Johnson encourages students to make connections and stay confident during their career endeavors. Photo Courtesy of: WSOC Channel 9 Eyewitness News Website

Emmy-nominated news anchor visits NCCU mass communication class virtually


N.C. Central Advanced Video Production class instructed by Professor Chavis Carter hosted a virtual meeting with guest speaker WSOC Channel 9 Eyewitness News anchor Brittney Johnson on Oct. 29.

Johnson, an Emmy-nominated anchor and reporter, is also a member of the National Association of Black Journalists (NABJ) and a member of Alpha Kappa Alpha Sorority, Incorporated.

Johnson joined WSOC Channel 9 as a reporter in March 2015. She now serves as the morning anchor and reporter for WSOC Channel 9 Emmy-winning 5:00 a.m-7:00 a.m. and noon broadcast.

In addition, Johnson earned her bachelor’s from Howard University and her master’s degree in journalism from the University of California at Berkeley.

During Carter’s Video Production class, Johnson expressed aspects of her career success and engaged with students about their desired careers after college.

Johnson also added tips and tools that students should utilize to succeed in college and in their careers by encouraging them to expand their network.

“Join professional organizations such as NABJ, RTNDA, attend conferences, [and] sign up for student projects,” Johnson said. “Find an organization that enhances your professional development.”

Johnson also reflected on moments in her life when she realized she wanted to pursue a career in journalism.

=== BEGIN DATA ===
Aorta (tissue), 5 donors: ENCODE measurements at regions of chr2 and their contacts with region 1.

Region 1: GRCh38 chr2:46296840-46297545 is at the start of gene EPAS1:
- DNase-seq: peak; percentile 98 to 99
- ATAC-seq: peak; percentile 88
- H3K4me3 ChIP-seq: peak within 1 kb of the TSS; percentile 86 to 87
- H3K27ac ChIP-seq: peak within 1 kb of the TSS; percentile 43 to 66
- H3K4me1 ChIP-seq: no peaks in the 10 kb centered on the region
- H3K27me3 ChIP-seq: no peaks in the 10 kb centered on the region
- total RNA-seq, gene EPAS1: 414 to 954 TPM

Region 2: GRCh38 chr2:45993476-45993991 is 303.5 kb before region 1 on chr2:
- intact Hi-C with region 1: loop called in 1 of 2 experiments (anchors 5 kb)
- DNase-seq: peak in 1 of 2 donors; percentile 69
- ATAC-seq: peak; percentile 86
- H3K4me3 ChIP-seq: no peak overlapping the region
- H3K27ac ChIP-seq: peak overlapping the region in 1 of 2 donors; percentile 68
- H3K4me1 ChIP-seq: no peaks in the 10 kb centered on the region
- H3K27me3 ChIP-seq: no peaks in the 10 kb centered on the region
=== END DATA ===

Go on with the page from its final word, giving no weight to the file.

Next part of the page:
“I wanted to be an actor, but when I published my work in my school’s newspaper,” Johnson explained. “I enjoyed writing stories for people to read.”

Meanwhile, in Carter’s class, Johnson urged students to be inspired by people who are in their desired career field such as, news production and content creation.

She also emphasized the importance of social media makeovers and how they are used as tools for deleting social media posts that could hinder someone from finding a job in their desired field.

“Be careful because potential employers are watching you,” Johnson said. “You are the representation of that company. Clean it up. Your future employer is looking at you.”

Lastly,  Johnson mentioned additional tools for students to be successful in their career paths. Johnson added the importance of being self-aware, confident, and to network with those they meet in college.

“Stay in connection with fellow classmates and professors,” Johnson said.

“You may never know what connections they may have to get you started on your career journey.”

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